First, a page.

Trim the selvages and then cut the fabric into a rectangle. Stitch around the edges; if you already have a serger, select the rolled hem setting and you’re done.
If you do not own a serger, make a narrow hem by turning ¼ inches to the other side and then once more to enclose the raw edge.
Pin them in place and, if you wish, you can miter the corners. Sew the hem in place, but make sure that you cover all the raw edges because they could fray due to frequent washing.
Use decorative stitches for a beautiful finish
A square blanket requires about 1 ¼ yard of fabric or a 45 inches material
You can use the material scraps to beautify other baby items
If you need a serger for more work with fabric, check this one out on Amazon.
Safety Tips for Using Receiving Blankets
As discussed in the sections above, it is important to avoid swaddling your baby in the receiving blankets. These should not be left in the crib because the baby might suffocate by pressing their nose and mouth into the blanket.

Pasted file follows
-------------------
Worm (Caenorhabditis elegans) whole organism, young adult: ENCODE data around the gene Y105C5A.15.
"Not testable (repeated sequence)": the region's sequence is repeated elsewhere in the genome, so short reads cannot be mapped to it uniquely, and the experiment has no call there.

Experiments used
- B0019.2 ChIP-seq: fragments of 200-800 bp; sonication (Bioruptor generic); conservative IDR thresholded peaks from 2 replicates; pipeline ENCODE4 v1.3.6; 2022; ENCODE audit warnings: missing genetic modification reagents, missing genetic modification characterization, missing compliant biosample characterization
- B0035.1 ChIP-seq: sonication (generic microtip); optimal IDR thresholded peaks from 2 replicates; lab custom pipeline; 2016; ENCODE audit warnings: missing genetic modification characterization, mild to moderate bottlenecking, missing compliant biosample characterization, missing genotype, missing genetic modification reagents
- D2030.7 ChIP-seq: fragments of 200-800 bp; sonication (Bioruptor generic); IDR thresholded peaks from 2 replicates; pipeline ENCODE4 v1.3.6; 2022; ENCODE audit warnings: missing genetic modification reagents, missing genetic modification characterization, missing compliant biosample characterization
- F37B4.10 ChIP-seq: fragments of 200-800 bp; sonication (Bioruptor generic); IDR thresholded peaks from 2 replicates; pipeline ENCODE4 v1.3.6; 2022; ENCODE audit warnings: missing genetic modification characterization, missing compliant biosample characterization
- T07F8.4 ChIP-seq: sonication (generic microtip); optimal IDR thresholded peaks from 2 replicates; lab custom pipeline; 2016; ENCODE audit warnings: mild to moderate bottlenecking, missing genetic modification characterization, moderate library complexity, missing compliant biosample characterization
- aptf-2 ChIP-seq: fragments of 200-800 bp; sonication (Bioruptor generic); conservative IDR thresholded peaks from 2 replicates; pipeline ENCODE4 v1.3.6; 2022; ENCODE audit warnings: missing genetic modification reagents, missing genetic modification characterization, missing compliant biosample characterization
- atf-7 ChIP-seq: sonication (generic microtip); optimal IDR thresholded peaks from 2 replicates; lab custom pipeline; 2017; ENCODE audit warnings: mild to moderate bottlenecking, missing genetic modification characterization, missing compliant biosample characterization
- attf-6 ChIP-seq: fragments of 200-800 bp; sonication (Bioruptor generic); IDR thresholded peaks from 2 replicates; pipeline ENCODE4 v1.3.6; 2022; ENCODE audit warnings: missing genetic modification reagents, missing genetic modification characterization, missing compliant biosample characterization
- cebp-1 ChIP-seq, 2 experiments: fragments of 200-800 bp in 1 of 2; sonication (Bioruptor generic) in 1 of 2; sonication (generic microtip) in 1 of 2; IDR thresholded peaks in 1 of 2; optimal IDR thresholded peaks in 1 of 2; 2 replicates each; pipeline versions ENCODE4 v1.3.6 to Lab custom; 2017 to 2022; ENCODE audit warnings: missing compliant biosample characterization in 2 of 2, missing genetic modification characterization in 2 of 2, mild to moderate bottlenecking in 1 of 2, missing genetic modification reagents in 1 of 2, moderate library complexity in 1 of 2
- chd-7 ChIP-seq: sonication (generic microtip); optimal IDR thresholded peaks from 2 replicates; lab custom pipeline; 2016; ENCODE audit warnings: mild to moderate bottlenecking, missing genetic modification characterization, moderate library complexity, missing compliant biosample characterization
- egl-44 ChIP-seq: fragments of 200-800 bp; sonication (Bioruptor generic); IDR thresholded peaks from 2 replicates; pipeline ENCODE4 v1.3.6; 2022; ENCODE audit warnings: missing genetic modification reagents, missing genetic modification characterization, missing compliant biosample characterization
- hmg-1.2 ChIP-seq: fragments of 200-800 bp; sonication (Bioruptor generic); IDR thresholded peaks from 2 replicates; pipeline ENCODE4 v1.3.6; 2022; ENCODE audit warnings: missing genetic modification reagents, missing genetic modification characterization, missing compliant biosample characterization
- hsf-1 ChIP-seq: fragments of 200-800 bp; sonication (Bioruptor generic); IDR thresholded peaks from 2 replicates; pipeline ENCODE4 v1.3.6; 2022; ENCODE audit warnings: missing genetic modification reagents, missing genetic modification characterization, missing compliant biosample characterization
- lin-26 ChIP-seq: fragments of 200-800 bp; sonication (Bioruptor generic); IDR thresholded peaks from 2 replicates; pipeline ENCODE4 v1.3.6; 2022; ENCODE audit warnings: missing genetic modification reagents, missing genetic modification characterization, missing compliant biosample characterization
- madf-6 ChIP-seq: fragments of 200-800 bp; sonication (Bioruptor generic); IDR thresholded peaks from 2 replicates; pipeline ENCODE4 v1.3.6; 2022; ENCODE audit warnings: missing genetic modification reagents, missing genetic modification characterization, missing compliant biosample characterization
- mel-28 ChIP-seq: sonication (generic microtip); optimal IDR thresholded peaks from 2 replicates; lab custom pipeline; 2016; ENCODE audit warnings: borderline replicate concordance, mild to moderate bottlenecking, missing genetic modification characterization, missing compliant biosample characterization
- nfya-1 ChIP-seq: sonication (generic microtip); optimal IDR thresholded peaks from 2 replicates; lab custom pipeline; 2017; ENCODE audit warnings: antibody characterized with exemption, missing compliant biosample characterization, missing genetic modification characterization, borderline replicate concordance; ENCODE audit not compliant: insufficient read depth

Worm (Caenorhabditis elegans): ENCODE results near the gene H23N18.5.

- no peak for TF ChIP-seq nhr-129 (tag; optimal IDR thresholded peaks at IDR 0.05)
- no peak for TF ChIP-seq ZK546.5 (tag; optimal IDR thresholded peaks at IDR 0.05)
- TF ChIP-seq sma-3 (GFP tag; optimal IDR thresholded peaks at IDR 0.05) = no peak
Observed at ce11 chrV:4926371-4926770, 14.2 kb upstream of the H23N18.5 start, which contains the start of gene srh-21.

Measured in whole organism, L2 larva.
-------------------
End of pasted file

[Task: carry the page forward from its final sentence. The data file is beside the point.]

If you do swaddle your baby, keep it loose so that they can move their hips. Also, insert 2-3 fingers between the blanket and their chest to make sure it is not too tight.
When using the receiving blanket, never wrap it around the head, neck, and face. If you put your little one to sleep, always place them on their back as it is the safest position.
You should not use the receiving blanket to swaddle anymore when the baby is able to roll. Most babies start to roll at about 4 months old, and this can cause the blanket to slide over and cover their face.
Finally, when using the receiving blanket to cover the baby in the stroller or car seat, check the baby regularly so that they do not overheat. Also, babies might pull the blanket on their face, so constant supervision is mandatory.
To Sum Up
All in all, receiving blankets are most likely the first baby items you use as a new mom. You should be aware of the risks regarding swaddling your baby with the receiving blanket, but they can be extremely useful.
If you want to be on the safe side, it’s best to use swaddle blankets and keep the receiving blankets for other purposes.